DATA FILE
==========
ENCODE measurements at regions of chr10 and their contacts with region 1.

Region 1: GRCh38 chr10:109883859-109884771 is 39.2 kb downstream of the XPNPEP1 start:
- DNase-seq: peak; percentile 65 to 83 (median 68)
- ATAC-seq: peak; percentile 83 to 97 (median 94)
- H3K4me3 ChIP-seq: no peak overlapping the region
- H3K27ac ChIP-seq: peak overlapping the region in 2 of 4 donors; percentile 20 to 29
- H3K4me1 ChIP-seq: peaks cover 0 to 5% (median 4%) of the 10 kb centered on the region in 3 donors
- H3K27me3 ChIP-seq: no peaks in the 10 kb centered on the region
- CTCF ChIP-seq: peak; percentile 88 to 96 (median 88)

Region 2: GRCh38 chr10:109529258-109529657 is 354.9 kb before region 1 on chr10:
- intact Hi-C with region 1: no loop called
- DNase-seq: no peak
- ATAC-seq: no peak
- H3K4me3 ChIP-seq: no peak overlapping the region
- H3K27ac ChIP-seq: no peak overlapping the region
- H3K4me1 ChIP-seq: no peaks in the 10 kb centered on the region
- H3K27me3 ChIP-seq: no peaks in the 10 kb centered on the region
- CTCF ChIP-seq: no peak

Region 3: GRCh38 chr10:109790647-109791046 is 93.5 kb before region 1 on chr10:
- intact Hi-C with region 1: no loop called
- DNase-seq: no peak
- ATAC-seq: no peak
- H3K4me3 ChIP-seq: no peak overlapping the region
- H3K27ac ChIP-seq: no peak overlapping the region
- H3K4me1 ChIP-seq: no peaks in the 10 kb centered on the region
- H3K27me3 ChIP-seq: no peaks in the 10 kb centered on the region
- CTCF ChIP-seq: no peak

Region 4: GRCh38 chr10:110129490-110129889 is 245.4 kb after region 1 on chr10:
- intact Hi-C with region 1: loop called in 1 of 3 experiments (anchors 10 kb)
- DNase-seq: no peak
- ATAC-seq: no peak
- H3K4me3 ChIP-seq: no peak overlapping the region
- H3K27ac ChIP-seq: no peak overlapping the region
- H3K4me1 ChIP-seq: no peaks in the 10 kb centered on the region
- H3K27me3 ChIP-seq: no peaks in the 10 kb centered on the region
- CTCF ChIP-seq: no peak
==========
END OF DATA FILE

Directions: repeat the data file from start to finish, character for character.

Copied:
ENCODE measurements at regions of chr10 and their contacts with region 1.

Region 1: GRCh38 chr10:109883859-109884771 is 39.2 kb downstream of the XPNPEP1 start:
- DNase-seq: peak; percentile 65 to 83 (median 68)
- ATAC-seq: peak; percentile 83 to 97 (median 94)
- H3K4me3 ChIP-seq: no peak overlapping the region
- H3K27ac ChIP-seq: peak overlapping the region in 2 of 4 donors; percentile 20 to 29
- H3K4me1 ChIP-seq: peaks cover 0 to 5% (median 4%) of the 10 kb centered on the region in 3 donors
- H3K27me3 ChIP-seq: no peaks in the 10 kb centered on the region
- CTCF ChIP-seq: peak; percentile 88 to 96 (median 88)

Region 2: GRCh38 chr10:109529258-109529657 is 354.9 kb before region 1 on chr10:
- intact Hi-C with region 1: no loop called
- DNase-seq: no peak
- ATAC-seq: no peak
- H3K4me3 ChIP-seq: no peak overlapping the region
- H3K27ac ChIP-seq: no peak overlapping the region
- H3K4me1 ChIP-seq: no peaks in the 10 kb centered on the region
- H3K27me3 ChIP-seq: no peaks in the 10 kb centered on the region
- CTCF ChIP-seq: no peak

Region 3: GRCh38 chr10:109790647-109791046 is 93.5 kb before region 1 on chr10:
- intact Hi-C with region 1: no loop called
- DNase-seq: no peak
- ATAC-seq: no peak
- H3K4me3 ChIP-seq: no peak overlapping the region
- H3K27ac ChIP-seq: no peak overlapping the region
- H3K4me1 ChIP-seq: no peaks in the 10 kb centered on the region
- H3K27me3 ChIP-seq: no peaks in the 10 kb centered on the region
- CTCF ChIP-seq: no peak

Region 4: GRCh38 chr10:110129490-110129889 is 245.4 kb after region 1 on chr10:
- intact Hi-C with region 1: loop called in 1 of 3 experiments (anchors 10 kb)
- DNase-seq: no peak
- ATAC-seq: no peak
- H3K4me3 ChIP-seq: no peak overlapping the region
- H3K27ac ChIP-seq: no peak overlapping the region
- H3K4me1 ChIP-seq: no peaks in the 10 kb centered on the region
- H3K27me3 ChIP-seq: no peaks in the 10 kb centered on the region
- CTCF ChIP-seq: no peak